Data sharing, uninterrupted recording at UCLA
Apr 1, 2001 12:00 PM
UCLA largely uses surveillance cameras in buildings' common areas where the public does not have an expectation of privacy.
At some educational institutions, CCTV cameras and recording equipment are applied uniformly across the campus, with application-related decisions made at the highest administrative levels.
Things are different at the University of California, Los Angeles, (UCLA) where department personnel are responsible for identifying their surveillance needs, and then communicating these needs to Reuben Carver, UCLA's campus alarm coordinator.
Carver and John Adams of UCLA's support operations division have a unique opportunity to make recommendations regarding technology for its "customer" departments. "We are one university, but each department here is considered a separate business partner," Adams says. "Ultimately, we are looking to create multiple business partners who will share networked technologies. Our job is to employ video surveillance that's based on our customers' needs, without interfering with students' educational experience." In a nutshell: Surveillance technology that conveys a Big Brother message is not welcome.
As the middlemen between UCLA's security services and departments, Adams and Carver recently selected digital recording equipment from Vicon Industries, Hauppauge, N.Y., to simplify recording tasks for user departments, while maintaining the campus' low-profile security presence.
The Vicon Kollector product family includes multi-channel digital recording devices that operate independently or as components of a networked system made up of multiple recorders and PC-based review/control stations. The units allow simultaneous recording and playback of up to 16 digital video channels. Hard disk is the recorders' primary video storage medium. The campus' parking services building uses three networked Kollector 4050s. Authorized personnel with network access can view camera activity from their office desks.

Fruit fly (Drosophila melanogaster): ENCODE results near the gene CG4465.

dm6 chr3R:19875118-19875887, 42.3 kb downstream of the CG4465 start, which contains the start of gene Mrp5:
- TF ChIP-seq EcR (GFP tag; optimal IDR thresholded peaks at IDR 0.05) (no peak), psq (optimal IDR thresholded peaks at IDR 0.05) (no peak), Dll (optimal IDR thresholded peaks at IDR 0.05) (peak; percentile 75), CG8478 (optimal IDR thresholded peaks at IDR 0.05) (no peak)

"Networked recorders give us the ability to allow more people to watch the activity in the buildings," Carver says.
UCLA also enjoys ease of playback ¡ª Carver can key-in an exact time and date to view a desired video.
"Digital also removes the human factor of forgetfulness," Carver says. "If someone forgets to change a VCR tape, that recorder will eventually stop recording. These units are recording continuously. When the disk is full, it starts rewriting over the oldest data. Plus, we don't lose recording time while we're reviewing activity that was already captured."
UCLA largely uses surveillance cameras in buildings' common areas where the public does not have an expectation of privacy. Lighting quality in these locations is not always optimal, but the recorders help compensate for shortcomings.
"We can adjust brightness and other qualities so we view a better picture when we're in playback mode," says Carver.
UCLA also depends on the digital recorders for evidence in the event of a problem. The recorders are court-certified for presentation due to their encryption capabilities, which can be useful to a large public university.
"The technology encrypts individual frames so that digital alteration is almost impossible. If we go to court, the defense cannot say that we have altered an image," Adams says.
"Overall, we want to integrate areas virtually to add to our eyes-and-ears campus presence to reduce crime," Adams says. "We like what we're seeing with our digital recorders, and we're hoping to stay on the cutting edge."
A UCLA computer lab under construction will use a Kollector Model 4000 digital recorder.